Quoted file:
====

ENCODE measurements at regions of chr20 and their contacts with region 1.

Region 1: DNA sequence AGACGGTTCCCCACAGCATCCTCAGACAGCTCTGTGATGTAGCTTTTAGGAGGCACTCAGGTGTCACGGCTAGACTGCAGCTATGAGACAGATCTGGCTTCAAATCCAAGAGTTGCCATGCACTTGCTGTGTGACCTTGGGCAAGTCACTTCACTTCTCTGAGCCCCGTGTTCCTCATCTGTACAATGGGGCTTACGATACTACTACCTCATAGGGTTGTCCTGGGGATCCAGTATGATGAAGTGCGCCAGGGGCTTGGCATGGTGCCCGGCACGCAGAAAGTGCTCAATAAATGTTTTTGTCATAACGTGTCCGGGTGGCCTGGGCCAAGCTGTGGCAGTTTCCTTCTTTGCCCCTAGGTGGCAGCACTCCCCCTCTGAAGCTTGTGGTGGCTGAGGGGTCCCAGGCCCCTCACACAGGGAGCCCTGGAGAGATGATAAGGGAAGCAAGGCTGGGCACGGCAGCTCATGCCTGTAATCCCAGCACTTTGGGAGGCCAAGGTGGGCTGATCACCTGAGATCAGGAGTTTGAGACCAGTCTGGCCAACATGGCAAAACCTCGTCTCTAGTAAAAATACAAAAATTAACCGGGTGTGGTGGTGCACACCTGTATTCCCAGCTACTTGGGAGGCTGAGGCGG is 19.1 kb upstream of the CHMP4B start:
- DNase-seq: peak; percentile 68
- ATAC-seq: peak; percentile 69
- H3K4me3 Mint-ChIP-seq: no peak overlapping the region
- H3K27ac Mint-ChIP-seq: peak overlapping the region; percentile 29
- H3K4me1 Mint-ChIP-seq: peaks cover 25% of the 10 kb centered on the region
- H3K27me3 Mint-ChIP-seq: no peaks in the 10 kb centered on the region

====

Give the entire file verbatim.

ENCODE measurements at regions of chr20 and their contacts with region 1.

Region 1: DNA sequence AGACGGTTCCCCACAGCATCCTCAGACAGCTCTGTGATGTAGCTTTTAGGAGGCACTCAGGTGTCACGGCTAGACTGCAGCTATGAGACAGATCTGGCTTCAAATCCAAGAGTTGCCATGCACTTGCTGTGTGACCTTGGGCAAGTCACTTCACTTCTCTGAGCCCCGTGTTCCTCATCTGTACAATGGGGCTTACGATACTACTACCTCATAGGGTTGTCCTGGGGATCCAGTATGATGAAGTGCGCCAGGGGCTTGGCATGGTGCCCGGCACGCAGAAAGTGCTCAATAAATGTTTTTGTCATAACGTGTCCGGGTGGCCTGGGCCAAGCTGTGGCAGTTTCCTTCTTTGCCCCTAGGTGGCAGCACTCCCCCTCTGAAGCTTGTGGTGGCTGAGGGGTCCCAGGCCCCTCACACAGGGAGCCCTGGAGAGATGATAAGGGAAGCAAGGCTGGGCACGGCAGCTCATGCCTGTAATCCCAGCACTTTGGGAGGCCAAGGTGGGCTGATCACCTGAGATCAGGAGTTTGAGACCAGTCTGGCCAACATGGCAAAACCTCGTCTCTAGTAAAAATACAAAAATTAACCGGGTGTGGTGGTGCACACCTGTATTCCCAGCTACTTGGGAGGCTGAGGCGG is 19.1 kb upstream of the CHMP4B start:
- DNase-seq: peak; percentile 68
- ATAC-seq: peak; percentile 69
- H3K4me3 Mint-ChIP-seq: no peak overlapping the region
- H3K27ac Mint-ChIP-seq: peak overlapping the region; percentile 29
- H3K4me1 Mint-ChIP-seq: peaks cover 25% of the 10 kb centered on the region
- H3K27me3 Mint-ChIP-seq: no peaks in the 10 kb centered on the region